Drawstring bags are perfect for stash-busting fabric, trims, and other embellishments that seem to multiply when you're not looking (or in my case, when you load up your online shopping cart because why pay for shipping multiple tim--and oh gosh are those buttons adorable?!). But let's not talk about my shopping problem, let's make some cute little pouches!

The bag measures 3"W x 4"H (7.6cm x 10.2cm), and is unlined, but with an easy adjustment so there are no raw edges to poke out through the sides, yay! Lightweight cotton such as Japanese quilting cotton makes for a more delicate and less bulky bag, but you can also use regular quilting cotton if you wish. The instructions show how to make a pouch embellished like the one pictured above, but you can decorate them any way you want!

 Retro Mama hexie drawstring bag
One more teeny tiny note: This bag is small and therefore a wee bit fiddly. While it's not technically difficult to sew, it does get slightly cramped to fit under your presser foot at the end. Using a zipper foot really makes the difference! Make sure you have good lighting and your stitch guides are clearly marked. Using light colored fabric is also really helpful for visibility.

Drawstring Pouch Tutorial

11-1/2" x 4" (29.2cm x 10.2cm) piece of lightweight cotton print, such as Japanese quilting cotton or lawn
Trim (crocheted lace, twill tape, linen tape, or similar) for front of bag
Additional small length of twill tape or ribbon for "tag"
Two 18" (45.7cm) lengths of 1/8" wide satin ribbon for ties
All purpose thread
Embroidery floss to sew buttons
Fray Check

Quilting ruler, rotary cutter, self-healing mat, sewing machine, iron and ironing board, air dry or washable ink fabric pen, zipper foot, small safety pin, hand sewing needle (for basting), chopstick or other narrow blunt tool

 Retro Mama drawstring pouch tutorial
1. Press under the long sides of the 11.5" x 4" (29.2cm x 10.2cm) rectangle a scant 1/4" (6mm).

2. Edge stitch along both sides.

3. Press under the short sides of the fabric, this time a full 1/4" (6mm), and topstitch.


1. Fold the fabric rectangle in half, wrong sides facing and short ends together and crease at the fold.

2. Unfold the fabric, and using a ruler, draw a line on the bag with disappearing fabric ink, 3/4" (1.9cm) above the fold.

 Retro Mama drawstring bag tutorial
3. Cut a 4-1/2" (11.4cm) length of trim (crochet or eyelet trim, twill tape, etc.), and place on the bag, bottom edge of the trim on the line. Sew the long edge of the trim to the fabric, very close to the edge, keeping the edge of the trim on the ink line. Repeat for the other side. Be sure to backstitch so it stays on securely.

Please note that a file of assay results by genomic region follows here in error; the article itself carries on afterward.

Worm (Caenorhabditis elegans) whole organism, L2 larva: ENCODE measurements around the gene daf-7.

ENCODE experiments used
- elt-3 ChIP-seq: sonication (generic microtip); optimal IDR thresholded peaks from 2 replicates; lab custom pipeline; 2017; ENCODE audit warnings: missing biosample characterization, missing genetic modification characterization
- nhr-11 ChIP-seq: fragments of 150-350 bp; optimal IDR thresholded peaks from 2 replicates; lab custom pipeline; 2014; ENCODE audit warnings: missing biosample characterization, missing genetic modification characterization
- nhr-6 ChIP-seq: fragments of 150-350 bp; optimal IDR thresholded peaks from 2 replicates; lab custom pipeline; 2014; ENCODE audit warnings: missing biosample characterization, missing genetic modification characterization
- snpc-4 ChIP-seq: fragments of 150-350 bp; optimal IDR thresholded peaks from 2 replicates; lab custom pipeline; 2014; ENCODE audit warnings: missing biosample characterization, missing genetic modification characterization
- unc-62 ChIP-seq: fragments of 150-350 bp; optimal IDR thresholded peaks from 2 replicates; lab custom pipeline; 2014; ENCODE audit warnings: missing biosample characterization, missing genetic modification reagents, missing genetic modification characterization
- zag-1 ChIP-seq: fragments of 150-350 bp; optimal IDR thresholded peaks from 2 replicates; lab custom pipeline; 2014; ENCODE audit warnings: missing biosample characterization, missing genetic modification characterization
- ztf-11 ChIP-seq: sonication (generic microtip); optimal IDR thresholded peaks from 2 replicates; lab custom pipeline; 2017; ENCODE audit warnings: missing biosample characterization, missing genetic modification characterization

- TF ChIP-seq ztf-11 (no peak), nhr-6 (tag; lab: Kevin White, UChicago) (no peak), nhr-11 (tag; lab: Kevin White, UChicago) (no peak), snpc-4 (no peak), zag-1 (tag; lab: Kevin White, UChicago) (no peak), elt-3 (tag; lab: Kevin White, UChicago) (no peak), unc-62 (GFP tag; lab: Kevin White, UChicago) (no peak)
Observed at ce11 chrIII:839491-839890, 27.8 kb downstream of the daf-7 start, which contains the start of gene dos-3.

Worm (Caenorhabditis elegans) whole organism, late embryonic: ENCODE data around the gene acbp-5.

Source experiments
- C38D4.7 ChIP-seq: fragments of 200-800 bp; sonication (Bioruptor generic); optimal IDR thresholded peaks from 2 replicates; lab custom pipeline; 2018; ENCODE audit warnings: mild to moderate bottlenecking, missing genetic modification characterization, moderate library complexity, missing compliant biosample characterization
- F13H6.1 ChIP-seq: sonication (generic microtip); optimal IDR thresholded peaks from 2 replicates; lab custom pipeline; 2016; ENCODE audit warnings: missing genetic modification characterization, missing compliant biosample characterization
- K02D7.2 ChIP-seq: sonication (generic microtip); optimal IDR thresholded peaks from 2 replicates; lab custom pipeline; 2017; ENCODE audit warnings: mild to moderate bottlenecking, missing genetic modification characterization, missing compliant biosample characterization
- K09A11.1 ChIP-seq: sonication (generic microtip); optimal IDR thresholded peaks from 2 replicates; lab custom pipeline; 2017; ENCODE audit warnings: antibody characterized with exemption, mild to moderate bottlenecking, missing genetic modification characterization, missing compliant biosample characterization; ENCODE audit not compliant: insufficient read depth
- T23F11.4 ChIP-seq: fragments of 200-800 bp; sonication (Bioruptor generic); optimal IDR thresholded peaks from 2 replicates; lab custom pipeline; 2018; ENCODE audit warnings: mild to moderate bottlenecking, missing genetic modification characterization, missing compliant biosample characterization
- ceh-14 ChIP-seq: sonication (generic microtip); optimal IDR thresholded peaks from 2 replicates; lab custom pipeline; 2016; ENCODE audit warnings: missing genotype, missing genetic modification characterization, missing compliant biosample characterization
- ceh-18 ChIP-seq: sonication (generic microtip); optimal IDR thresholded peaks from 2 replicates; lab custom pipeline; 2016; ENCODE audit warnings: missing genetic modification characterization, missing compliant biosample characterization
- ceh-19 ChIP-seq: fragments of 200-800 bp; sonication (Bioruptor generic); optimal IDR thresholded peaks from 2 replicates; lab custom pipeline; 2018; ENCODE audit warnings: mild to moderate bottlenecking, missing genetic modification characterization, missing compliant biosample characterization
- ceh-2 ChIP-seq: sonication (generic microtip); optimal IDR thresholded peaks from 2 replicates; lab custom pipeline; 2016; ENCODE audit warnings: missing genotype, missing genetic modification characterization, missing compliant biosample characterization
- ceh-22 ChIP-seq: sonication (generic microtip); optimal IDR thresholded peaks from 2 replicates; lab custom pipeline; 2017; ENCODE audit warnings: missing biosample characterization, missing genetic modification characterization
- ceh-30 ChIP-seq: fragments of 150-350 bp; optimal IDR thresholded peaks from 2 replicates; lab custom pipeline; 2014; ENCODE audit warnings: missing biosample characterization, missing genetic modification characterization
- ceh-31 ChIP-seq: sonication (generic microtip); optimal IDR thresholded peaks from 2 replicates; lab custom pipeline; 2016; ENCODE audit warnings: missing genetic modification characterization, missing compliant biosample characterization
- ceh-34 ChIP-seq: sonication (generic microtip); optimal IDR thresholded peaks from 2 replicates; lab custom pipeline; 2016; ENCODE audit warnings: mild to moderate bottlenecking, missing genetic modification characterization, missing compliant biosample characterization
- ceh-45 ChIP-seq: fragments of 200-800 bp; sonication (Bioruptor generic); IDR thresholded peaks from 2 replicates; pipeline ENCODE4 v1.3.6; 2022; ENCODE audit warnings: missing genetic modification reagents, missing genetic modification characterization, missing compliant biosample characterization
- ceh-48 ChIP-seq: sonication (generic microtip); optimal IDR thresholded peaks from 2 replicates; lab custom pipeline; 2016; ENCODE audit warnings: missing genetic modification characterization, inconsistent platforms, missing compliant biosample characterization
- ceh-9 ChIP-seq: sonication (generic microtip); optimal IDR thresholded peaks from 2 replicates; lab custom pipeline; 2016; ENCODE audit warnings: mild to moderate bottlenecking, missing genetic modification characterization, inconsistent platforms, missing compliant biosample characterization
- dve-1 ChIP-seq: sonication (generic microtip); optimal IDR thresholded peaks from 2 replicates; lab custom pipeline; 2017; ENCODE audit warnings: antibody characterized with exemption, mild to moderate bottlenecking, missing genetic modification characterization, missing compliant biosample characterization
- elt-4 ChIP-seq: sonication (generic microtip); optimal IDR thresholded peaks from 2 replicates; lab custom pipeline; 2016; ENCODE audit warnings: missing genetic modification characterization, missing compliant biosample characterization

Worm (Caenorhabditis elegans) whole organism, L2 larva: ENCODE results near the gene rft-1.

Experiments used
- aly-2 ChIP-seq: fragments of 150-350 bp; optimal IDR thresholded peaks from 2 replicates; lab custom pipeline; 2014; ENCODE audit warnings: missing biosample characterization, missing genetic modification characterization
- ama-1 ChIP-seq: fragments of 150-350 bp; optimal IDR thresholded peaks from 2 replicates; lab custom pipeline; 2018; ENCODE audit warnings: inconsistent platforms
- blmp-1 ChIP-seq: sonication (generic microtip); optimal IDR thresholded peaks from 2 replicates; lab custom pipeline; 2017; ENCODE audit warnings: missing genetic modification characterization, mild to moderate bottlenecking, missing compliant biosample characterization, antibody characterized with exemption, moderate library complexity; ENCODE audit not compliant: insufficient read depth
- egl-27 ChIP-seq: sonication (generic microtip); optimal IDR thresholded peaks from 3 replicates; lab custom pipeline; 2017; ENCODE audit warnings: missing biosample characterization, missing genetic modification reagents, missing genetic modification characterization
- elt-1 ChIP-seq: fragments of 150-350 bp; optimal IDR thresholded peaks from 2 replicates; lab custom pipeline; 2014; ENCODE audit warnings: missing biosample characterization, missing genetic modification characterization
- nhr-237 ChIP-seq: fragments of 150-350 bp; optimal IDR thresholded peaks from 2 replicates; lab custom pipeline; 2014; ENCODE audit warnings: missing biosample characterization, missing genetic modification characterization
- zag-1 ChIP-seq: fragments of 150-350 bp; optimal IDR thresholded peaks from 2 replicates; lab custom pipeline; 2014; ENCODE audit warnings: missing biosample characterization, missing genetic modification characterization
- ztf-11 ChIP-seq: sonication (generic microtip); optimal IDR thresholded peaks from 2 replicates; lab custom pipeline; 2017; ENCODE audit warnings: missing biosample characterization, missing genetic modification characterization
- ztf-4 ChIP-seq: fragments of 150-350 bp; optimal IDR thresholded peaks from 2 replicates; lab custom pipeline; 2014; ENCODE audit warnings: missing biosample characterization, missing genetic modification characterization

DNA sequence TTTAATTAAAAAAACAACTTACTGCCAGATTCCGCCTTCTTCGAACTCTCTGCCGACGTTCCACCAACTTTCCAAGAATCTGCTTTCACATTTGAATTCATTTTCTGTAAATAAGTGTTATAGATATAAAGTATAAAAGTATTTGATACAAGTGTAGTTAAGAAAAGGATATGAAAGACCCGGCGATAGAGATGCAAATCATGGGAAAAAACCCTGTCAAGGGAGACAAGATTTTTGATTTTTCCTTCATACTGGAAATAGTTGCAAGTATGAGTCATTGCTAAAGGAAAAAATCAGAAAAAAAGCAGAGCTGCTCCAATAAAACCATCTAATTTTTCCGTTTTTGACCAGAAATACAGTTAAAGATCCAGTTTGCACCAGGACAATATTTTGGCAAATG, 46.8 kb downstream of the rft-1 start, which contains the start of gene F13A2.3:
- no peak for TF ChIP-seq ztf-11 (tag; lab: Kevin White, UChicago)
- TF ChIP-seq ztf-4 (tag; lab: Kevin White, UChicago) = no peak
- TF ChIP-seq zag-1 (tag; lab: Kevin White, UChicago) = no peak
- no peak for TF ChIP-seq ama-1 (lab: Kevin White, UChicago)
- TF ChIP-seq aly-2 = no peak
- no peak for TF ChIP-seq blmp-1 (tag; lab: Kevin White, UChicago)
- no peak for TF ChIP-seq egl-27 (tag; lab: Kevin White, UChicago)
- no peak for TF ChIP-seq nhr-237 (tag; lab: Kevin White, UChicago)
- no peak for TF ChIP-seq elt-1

Retro Mama drawstring bag tutorial
4. Cut a 2" (5.1cm) length of trim or ribbon for your "tag" (or insert your own foldover label). Fold in half, place it on one long edge of the bag fabric, a little above the sewn trim. The raw edges should hang over the bag edge about 1/4" (6mm). Sew in place, close to the edge.

5. Trim the tag and ribbon, then zig zag stitch over the ends. Do not add buttons yet.

 Retro Mama drawstring bag tutorial

1. Fold the bag fabric in half, right sides together, matching the short edges.

2. Mark a short line 3-1/4" (8.3cm) from the bottom fold, and 3/8" (9.5mm) above the first mark with a fabric pen, on both edges as pictured, then pin the long sides.

 Retro Mama drawstring bag tutorial
3. Sew the long sides of the bag with a 1/4" (6mm) seam allowance, but DO NOT sew between the two sets of lines. This creates the opening for the ties. Backstitch a couple of times at the beginning and end of each seam to fully secure the thread, especially right next to the lines.

 Retro Mama drawstring pouch tutorial
4. Turn the bag right side out, then draw lines with a ruler and fabric pen for stitching the channel for the ties, right above and below the openings on the side of the bag. I used the original ink marks, which showed through the fabric, and continued them around the entire bag.

 Retro Mama drawstring bag tutorial
5. Turn the bag inside out and press the seam allowances open. Then fold over the top edge of the bag 1-1/4" (3.2cm) all the way around toward the wrong side. Press the fold with an iron, keeping all seam allowances open and lined up. Use a needle and thread to hand sew a long basting stitch (reinforced a few times and tied off) to keep the seams in place. Otherwise they may twist while you are sewing the channel for the ties.